(ON TOPIC) My Big Gay One-Year Coming Out Blog Anniversary

Two blog-worthy anniversaries are happening this week. One year ago I wrote my first post on this blog. One year ago I also told my best friend Chelsea that I’m gay, marking the beginning of my “2010 Coming Out Tour.” With those achievements in mind, a celebratory blog post seems fitting.

I think these pictures speak from themselves, but I offer them as a visual answer to the question, “When did you first know you were gay?” Or, in other words, “How did anyone not know I was gay?!”


Rainbow colors for a very straight rainbow drawing.

Purple and pink reinforcers

I would like the colors of the rainbow.

Assignment: Draw a self-portrait.

“The Rainbow Series” (1994)

Suggestive imagery


I told everyone I was going to marry her because she was “cute.”


So gay!

Letter swirls

My bedtime buddy would be a banana.

Gymnastics and Beanie Babies? Yup.

Cheers to reinforcing gay stereotypes!


(ON TOPIC) Speaking Up: “Yo Miss Prada. Get yo stinkin’ purse off my seat.”

So I have this document on my desktop where I write ideas for future blog posts. I found one today that was already written. Apparently I was really angry after riding the bus to New York one day…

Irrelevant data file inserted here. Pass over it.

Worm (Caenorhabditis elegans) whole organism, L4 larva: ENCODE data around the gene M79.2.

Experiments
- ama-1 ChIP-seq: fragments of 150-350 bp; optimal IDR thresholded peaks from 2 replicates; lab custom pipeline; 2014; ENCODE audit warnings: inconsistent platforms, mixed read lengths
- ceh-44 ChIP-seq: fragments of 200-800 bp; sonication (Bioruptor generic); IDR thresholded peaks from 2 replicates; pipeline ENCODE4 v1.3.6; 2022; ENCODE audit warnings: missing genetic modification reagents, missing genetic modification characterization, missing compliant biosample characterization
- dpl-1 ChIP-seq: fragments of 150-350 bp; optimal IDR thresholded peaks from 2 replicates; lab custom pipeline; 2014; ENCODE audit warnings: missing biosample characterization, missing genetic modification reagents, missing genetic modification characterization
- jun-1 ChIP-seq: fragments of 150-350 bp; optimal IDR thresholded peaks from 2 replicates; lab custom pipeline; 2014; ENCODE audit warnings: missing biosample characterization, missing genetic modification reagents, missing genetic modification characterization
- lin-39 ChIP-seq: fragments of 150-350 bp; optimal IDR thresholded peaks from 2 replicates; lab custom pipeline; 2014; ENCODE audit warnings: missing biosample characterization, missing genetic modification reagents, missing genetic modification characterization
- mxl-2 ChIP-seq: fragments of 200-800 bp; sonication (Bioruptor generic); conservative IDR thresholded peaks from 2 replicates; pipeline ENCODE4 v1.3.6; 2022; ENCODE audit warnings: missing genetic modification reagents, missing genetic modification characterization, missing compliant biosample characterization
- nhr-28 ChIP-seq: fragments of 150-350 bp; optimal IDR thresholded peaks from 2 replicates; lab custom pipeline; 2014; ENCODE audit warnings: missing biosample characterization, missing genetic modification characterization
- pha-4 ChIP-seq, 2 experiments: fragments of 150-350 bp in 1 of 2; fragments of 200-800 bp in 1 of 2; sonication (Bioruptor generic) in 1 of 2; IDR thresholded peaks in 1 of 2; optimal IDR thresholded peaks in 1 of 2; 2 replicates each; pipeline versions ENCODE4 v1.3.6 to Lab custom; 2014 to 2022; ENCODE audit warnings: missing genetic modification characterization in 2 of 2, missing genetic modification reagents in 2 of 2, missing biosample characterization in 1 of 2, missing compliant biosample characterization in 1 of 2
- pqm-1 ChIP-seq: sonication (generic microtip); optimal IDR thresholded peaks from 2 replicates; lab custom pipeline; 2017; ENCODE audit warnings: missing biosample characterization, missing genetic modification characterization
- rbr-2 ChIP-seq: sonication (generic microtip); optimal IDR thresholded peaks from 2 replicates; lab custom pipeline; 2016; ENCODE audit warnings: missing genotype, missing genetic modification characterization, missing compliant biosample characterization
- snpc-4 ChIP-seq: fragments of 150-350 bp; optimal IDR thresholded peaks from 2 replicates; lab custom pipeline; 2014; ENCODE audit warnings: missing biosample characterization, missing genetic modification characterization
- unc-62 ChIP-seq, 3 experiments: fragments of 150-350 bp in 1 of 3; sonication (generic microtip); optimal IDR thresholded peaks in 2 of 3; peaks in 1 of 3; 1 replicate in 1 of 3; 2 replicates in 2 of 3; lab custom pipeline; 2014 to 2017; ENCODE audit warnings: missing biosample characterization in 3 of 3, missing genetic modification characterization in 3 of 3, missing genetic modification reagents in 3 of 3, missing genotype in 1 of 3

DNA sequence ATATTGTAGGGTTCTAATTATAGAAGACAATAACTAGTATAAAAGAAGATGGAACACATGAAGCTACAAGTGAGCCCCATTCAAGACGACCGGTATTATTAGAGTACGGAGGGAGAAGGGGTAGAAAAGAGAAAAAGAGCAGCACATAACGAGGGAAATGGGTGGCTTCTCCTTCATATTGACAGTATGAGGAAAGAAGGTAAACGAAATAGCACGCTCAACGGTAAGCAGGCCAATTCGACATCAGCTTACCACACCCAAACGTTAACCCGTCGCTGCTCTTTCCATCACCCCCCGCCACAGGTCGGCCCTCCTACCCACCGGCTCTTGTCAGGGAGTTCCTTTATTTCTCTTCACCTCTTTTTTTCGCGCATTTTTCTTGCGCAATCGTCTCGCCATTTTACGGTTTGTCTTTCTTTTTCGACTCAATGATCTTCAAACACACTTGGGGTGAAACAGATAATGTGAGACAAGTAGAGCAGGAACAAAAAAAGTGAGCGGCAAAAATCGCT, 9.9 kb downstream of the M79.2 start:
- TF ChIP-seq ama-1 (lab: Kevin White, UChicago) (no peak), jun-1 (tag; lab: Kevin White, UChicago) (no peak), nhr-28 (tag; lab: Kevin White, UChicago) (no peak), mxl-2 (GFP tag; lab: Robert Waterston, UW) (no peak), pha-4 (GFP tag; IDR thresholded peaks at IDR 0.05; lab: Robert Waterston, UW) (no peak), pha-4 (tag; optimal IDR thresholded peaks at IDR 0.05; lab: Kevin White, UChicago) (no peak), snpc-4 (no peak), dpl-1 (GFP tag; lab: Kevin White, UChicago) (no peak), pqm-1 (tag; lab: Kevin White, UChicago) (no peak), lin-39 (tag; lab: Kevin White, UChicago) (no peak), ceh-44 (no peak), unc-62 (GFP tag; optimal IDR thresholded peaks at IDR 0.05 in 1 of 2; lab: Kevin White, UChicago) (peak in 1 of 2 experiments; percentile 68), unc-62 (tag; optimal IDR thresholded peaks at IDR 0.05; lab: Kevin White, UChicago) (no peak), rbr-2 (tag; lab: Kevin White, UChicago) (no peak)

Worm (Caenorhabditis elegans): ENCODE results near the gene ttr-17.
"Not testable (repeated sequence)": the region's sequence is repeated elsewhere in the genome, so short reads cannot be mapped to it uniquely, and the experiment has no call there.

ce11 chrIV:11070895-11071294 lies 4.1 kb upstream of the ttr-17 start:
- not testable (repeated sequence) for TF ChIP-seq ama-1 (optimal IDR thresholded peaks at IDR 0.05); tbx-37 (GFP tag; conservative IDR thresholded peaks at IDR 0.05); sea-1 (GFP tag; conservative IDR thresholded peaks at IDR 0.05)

Let me set a scene for you: I’m on the bus back from New York City and the women next to me feels the need to claim not only her seat, but also a generous part of my seat for her precious Prada. Add to this her incessant phone conversation and her plump right arm, which rested undesirably on my left arm while she spread out for a royal slumber.

My question for you, dear reader(s) is the following: In situations such as these, do you speak up for yourself?

In talking to friends and family, the most common answer was, “I’d think about it but ultimately wouldn’t say anything.” And this makes sense because speaking up is totally easier said than done. Why? Because we care about what other people think about us. We just do. Do you really want to be perceived as—for lack of a better word—a bitch to those around you? I’ve always been envious of people who, without hesitation, would tell this woman to get off her phone. But are those people inconsiderate, or just highly confident? In other words, I think worthiness is also at the root here. Do you feel worthy of respect from those around?